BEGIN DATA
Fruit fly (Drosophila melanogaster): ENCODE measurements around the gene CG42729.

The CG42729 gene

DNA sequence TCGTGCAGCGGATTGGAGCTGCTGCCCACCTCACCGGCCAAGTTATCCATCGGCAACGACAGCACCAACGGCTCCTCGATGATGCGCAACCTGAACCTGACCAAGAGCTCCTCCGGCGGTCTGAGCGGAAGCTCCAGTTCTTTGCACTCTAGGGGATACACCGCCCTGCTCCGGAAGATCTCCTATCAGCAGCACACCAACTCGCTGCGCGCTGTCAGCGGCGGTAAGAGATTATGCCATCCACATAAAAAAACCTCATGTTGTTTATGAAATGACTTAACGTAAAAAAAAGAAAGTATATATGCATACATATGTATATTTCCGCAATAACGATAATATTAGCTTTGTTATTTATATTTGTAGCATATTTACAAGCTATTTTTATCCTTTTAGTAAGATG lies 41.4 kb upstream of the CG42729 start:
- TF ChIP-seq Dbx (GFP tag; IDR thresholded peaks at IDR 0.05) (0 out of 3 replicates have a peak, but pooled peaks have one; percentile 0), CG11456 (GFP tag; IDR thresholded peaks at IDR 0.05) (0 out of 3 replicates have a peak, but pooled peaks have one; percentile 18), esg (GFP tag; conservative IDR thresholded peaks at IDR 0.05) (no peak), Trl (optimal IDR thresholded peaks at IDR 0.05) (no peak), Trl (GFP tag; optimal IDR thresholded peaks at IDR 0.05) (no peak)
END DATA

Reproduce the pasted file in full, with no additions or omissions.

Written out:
Fruit fly (Drosophila melanogaster): ENCODE measurements around the gene CG42729.

The CG42729 gene

DNA sequence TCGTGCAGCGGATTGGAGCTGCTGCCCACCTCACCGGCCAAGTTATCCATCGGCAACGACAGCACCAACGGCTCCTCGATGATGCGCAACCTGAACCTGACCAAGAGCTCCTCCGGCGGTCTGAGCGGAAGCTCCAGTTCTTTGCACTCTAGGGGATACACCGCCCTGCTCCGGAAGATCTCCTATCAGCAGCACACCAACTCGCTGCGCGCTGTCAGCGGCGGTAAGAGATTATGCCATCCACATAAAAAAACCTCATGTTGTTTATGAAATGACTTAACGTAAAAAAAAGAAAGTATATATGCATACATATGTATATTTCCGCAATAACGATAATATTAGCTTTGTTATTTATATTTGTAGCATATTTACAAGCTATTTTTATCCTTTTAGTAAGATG lies 41.4 kb upstream of the CG42729 start:
- TF ChIP-seq Dbx (GFP tag; IDR thresholded peaks at IDR 0.05) (0 out of 3 replicates have a peak, but pooled peaks have one; percentile 0), CG11456 (GFP tag; IDR thresholded peaks at IDR 0.05) (0 out of 3 replicates have a peak, but pooled peaks have one; percentile 18), esg (GFP tag; conservative IDR thresholded peaks at IDR 0.05) (no peak), Trl (optimal IDR thresholded peaks at IDR 0.05) (no peak), Trl (GFP tag; optimal IDR thresholded peaks at IDR 0.05) (no peak)